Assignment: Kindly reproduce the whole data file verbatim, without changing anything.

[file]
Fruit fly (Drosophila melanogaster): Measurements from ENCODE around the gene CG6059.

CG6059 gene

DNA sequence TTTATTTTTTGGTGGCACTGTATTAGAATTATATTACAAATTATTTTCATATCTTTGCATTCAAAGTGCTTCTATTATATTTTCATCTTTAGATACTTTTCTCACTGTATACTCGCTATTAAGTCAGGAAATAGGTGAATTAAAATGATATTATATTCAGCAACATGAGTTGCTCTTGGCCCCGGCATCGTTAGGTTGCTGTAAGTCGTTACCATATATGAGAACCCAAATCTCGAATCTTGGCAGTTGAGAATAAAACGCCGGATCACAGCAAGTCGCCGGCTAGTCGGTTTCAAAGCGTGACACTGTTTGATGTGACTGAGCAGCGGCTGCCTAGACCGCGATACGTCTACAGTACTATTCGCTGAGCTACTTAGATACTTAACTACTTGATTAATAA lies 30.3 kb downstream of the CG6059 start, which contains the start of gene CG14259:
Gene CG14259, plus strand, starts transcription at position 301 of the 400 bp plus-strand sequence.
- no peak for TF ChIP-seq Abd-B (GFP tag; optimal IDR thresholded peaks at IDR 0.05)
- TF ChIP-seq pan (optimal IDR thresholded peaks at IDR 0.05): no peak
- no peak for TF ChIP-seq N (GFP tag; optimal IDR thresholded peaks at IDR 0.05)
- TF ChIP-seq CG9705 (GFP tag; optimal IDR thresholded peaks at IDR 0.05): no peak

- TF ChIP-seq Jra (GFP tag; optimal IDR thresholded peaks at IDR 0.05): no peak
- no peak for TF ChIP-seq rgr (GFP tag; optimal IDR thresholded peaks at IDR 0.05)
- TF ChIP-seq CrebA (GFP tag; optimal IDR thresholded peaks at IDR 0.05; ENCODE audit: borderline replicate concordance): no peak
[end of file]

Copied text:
Fruit fly (Drosophila melanogaster): Measurements from ENCODE around the gene CG6059.

CG6059 gene

DNA sequence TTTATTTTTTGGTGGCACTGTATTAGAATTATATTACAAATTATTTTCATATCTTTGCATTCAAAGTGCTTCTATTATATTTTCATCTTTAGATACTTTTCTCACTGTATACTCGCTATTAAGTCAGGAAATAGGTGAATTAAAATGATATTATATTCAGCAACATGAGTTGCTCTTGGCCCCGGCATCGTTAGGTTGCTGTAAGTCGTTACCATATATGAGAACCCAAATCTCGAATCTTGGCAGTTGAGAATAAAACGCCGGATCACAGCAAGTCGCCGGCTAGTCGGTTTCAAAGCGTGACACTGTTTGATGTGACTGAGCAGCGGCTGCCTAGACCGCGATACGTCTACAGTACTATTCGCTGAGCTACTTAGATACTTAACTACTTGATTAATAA lies 30.3 kb downstream of the CG6059 start, which contains the start of gene CG14259:
Gene CG14259, plus strand, starts transcription at position 301 of the 400 bp plus-strand sequence.
- no peak for TF ChIP-seq Abd-B (GFP tag; optimal IDR thresholded peaks at IDR 0.05)
- TF ChIP-seq pan (optimal IDR thresholded peaks at IDR 0.05): no peak
- no peak for TF ChIP-seq N (GFP tag; optimal IDR thresholded peaks at IDR 0.05)
- TF ChIP-seq CG9705 (GFP tag; optimal IDR thresholded peaks at IDR 0.05): no peak

- TF ChIP-seq Jra (GFP tag; optimal IDR thresholded peaks at IDR 0.05): no peak
- no peak for TF ChIP-seq rgr (GFP tag; optimal IDR thresholded peaks at IDR 0.05)
- TF ChIP-seq CrebA (GFP tag; optimal IDR thresholded peaks at IDR 0.05; ENCODE audit: borderline replicate concordance): no peak